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Yoko Ono takes gay marriage fight to dance clubs


David Bauder | July 09, 2004

Yoko Ono
NEW YORK — Yoko Ono has joined the chorus in support of gay marriage by recording Every Man Has a Man Who Loves Him, a gay-friendly version of a song she wrote nearly a quarter-century ago.

The song Every Man Has a Woman Who Loves Him, included on her last album with John Lennon before he was killed in 1980, was also retooled into another version: Every Woman Has a Woman Who Loves Her.

It's both a political statement and a tribute to an audience that has improbably made Japanese-born Ono a hit act in the dance clubs at age 71.

"I should think that people would be more interested in politics and all that is happening, rather than two lovebirds who are looking to wed," she said. "I think it's very nice that in an age when love is so scarce that people are willing to gamble on getting married."

Ono recently performed Every Man Has a Man Who Loves Him at a gay pride rally in New York and the song is moving up Billboard magazine's dance club charts.

One of her gay friends told her that his mother had invoked the title of Ono's old song – Every Man Has a Woman Who Loves Him –- in an attempt to steer him toward heterosexuality, she said.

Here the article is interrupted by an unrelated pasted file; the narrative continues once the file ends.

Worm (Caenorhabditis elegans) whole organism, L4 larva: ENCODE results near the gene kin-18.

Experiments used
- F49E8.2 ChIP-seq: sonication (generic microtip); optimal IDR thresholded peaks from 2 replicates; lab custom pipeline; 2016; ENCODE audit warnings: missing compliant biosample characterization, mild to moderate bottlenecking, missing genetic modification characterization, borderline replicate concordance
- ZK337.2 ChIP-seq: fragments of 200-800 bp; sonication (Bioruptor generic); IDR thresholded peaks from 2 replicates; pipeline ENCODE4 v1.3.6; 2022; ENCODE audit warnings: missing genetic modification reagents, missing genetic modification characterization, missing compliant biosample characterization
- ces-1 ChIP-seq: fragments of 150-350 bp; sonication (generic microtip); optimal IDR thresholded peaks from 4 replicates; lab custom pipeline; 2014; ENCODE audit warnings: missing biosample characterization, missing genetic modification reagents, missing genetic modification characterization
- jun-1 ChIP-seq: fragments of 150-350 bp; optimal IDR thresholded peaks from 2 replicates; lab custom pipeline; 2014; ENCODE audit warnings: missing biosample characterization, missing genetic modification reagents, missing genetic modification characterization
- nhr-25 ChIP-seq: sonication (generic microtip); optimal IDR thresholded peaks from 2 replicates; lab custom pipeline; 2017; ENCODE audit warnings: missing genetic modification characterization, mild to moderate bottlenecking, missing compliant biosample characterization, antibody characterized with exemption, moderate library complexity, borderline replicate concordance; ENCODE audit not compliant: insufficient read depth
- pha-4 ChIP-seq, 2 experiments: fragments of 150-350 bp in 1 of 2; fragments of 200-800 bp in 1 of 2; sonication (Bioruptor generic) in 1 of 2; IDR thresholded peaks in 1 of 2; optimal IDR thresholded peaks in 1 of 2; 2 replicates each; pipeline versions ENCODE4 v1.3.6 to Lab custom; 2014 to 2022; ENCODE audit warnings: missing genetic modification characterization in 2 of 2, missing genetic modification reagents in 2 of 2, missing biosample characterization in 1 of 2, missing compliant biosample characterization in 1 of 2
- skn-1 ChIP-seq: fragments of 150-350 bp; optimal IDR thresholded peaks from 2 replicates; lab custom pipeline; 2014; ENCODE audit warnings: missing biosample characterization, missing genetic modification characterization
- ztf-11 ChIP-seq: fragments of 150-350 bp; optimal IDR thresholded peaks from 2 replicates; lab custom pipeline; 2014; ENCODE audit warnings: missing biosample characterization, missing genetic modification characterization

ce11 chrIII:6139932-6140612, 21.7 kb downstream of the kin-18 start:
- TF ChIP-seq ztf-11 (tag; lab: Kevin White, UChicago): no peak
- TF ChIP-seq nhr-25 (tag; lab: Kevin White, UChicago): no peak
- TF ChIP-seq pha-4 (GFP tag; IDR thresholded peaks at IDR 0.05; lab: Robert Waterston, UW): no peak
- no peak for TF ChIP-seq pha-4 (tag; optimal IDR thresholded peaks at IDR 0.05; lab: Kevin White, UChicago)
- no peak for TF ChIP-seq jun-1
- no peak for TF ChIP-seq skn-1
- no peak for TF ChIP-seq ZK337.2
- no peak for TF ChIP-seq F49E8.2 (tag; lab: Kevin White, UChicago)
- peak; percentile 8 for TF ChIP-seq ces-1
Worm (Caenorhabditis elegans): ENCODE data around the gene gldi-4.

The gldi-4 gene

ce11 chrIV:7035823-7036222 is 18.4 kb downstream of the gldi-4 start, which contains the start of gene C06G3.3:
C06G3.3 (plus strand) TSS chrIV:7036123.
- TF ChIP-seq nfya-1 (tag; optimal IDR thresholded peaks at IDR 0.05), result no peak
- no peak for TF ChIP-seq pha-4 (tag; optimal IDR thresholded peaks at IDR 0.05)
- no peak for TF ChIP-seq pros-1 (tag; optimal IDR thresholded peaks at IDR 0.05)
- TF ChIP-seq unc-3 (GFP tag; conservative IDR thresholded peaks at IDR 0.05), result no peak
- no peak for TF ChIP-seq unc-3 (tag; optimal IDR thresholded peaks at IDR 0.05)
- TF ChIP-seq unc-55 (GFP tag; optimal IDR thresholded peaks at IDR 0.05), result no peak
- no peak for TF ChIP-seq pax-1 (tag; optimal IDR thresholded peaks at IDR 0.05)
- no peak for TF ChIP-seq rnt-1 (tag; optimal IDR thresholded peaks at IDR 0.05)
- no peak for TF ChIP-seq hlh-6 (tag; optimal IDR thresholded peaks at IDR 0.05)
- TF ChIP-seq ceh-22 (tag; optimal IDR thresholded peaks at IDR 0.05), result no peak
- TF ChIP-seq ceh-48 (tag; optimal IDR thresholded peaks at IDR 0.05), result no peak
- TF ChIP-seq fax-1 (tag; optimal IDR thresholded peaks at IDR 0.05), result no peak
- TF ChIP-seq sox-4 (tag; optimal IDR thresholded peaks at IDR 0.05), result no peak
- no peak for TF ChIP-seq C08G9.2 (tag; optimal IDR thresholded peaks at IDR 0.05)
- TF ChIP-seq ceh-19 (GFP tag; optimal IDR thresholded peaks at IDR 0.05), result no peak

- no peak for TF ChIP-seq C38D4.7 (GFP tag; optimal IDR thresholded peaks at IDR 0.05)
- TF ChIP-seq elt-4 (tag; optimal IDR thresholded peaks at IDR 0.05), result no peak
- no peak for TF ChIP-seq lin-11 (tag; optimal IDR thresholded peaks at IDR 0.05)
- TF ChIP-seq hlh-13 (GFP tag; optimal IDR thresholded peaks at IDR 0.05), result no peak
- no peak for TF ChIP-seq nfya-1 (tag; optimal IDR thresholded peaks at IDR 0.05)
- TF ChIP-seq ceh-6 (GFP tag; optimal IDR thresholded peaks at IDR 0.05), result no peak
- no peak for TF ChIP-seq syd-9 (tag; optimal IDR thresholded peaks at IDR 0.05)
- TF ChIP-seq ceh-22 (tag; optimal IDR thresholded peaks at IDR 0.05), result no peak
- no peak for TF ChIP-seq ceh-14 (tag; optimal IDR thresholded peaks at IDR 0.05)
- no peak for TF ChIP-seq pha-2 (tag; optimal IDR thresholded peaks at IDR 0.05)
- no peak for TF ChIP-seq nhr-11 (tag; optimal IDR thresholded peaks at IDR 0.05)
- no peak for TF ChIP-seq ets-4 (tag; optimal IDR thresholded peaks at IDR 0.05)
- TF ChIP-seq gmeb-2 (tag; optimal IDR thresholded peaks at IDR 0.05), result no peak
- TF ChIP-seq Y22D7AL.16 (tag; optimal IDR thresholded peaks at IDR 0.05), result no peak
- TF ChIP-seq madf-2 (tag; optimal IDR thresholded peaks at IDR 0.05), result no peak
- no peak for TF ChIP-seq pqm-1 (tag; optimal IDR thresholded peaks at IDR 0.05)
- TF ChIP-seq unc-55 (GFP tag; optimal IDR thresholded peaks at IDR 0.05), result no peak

Ono, whose avant-garde music was often ridiculed by fans of Lennon and the Beatles, said that's given her a connection to the gay and lesbian community.

"I'm an outsider in many ways," she said in an interview at her home in Manhattan's Dakota building, "and I think that's what they tune into."

A spokesman for the Lesbian, Gay, Bisexual and Transgender Community Center in New York said any gesture of support from a public figure is appreciated.

"If it were Britney Spears doing this would it have a larger connection? Sure," said Ector Simpson, the gay center's director of cultural programs. "Does it have some value? Yes."

Ono had some minor hits on the club scene in the early 1980s with Walking on Thin Ice and Kiss Kiss Kiss. But in recent years she has successfully opened her back catalogue to the dance scene's hottest producers and remixers.

Hell in Paradise, a remix of a song she originally recorded in 1986, is No. 5 on this week's dance music chart in Billboard magazine.

Asked if this success gives her some feeling of vindication, Ono replies – only half-jokingly – that "I thought I would get it 30 years ago."

"When you make a song, you don't think it's going to be a dud," she said. "You don't think it's going to be thrown in a trash can, which my records literally were initially."

Lennon's widow doesn't release her music now under the name Yoko Ono. Rather, the act is simply billed ONO.

"I thought that there would be people who would warm up to ONO – not that old image of Ono and Lennon," she said. "It's great. It's almost like I'm reborn." – Sapa-AP


Related links stories
R&B; Singer Marla Glen and girlfriend celebrate gay union [05/07/2004]
Yoko Ono renews protest song [19/05/2004]

 

      

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